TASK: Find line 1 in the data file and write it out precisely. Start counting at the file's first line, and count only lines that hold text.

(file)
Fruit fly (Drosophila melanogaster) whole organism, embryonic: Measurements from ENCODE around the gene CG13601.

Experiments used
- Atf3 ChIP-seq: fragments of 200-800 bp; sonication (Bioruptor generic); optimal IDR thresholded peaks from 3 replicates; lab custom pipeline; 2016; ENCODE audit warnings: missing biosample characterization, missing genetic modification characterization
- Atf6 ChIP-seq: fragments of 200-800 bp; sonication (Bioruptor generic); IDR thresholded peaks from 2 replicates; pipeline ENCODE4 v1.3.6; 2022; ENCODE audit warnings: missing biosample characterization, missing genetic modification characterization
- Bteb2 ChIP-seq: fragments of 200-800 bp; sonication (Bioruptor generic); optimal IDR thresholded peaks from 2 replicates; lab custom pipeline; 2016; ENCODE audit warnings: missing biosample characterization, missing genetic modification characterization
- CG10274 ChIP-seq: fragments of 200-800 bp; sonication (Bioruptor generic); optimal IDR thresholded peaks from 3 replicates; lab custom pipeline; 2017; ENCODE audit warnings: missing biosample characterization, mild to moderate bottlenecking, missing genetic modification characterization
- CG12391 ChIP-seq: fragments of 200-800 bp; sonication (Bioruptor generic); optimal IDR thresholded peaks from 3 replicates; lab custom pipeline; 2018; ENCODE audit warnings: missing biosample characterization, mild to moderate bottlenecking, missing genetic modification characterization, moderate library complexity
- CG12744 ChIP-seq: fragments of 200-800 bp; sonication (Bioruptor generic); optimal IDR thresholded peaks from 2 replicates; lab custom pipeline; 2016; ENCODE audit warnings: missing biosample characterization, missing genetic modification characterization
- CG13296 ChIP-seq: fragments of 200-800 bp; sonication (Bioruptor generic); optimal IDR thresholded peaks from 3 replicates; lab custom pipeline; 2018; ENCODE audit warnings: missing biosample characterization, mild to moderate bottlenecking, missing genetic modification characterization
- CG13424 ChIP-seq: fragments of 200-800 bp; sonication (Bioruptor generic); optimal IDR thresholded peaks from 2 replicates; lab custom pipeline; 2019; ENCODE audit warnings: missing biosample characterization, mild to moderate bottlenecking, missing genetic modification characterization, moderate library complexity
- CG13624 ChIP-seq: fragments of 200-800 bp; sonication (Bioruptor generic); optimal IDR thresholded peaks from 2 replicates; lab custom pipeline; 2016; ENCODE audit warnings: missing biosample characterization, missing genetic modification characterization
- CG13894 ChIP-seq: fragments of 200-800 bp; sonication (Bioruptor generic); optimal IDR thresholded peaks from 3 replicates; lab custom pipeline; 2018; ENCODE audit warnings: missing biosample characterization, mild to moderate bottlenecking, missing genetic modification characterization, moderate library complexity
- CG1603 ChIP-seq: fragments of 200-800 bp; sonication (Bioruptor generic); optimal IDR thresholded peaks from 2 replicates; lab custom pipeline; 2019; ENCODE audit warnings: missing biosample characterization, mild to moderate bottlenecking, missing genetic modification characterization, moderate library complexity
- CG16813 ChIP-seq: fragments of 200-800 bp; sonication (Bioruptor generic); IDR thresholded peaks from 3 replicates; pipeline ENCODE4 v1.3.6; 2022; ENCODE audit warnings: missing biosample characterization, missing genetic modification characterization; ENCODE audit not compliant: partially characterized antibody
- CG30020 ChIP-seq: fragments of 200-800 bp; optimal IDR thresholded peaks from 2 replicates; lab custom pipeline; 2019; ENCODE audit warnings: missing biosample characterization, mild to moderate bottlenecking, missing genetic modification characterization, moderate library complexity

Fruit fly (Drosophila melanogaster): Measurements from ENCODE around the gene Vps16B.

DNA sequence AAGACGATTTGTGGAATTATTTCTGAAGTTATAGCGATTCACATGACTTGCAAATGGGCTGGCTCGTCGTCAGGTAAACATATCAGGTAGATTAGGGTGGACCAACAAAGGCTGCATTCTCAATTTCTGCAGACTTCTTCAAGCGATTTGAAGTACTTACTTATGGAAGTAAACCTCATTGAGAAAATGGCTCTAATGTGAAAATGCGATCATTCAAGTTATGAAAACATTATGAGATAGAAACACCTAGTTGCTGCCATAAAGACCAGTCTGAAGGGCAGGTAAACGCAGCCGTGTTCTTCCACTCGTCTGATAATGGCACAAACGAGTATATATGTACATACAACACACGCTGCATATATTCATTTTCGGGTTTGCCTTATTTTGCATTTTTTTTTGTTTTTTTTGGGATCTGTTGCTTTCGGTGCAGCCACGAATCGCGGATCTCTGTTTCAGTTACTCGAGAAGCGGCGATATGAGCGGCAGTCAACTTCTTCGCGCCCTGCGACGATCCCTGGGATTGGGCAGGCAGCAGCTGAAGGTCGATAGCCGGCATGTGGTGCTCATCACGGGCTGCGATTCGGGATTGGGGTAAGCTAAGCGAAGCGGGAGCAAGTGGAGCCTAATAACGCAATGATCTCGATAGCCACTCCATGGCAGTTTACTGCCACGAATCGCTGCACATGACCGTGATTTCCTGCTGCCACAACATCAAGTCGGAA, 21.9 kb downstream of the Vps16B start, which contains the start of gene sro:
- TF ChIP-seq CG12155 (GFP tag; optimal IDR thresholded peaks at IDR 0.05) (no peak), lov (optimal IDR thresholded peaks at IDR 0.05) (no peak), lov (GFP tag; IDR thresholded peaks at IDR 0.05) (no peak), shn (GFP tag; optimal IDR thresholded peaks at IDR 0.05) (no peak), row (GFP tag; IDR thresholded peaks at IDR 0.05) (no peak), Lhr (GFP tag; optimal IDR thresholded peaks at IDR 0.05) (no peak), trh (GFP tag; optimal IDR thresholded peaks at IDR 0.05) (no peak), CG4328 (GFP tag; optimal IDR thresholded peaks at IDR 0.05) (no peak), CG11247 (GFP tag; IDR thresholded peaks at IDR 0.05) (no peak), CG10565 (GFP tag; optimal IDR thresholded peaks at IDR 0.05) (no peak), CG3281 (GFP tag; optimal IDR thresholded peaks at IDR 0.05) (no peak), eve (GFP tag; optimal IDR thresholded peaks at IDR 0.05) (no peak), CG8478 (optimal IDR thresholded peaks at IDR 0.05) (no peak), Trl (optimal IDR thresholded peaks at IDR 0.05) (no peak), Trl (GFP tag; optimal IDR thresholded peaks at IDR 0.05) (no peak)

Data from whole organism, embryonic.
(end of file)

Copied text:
Fruit fly (Drosophila melanogaster) whole organism, embryonic: Measurements from ENCODE around the gene CG13601.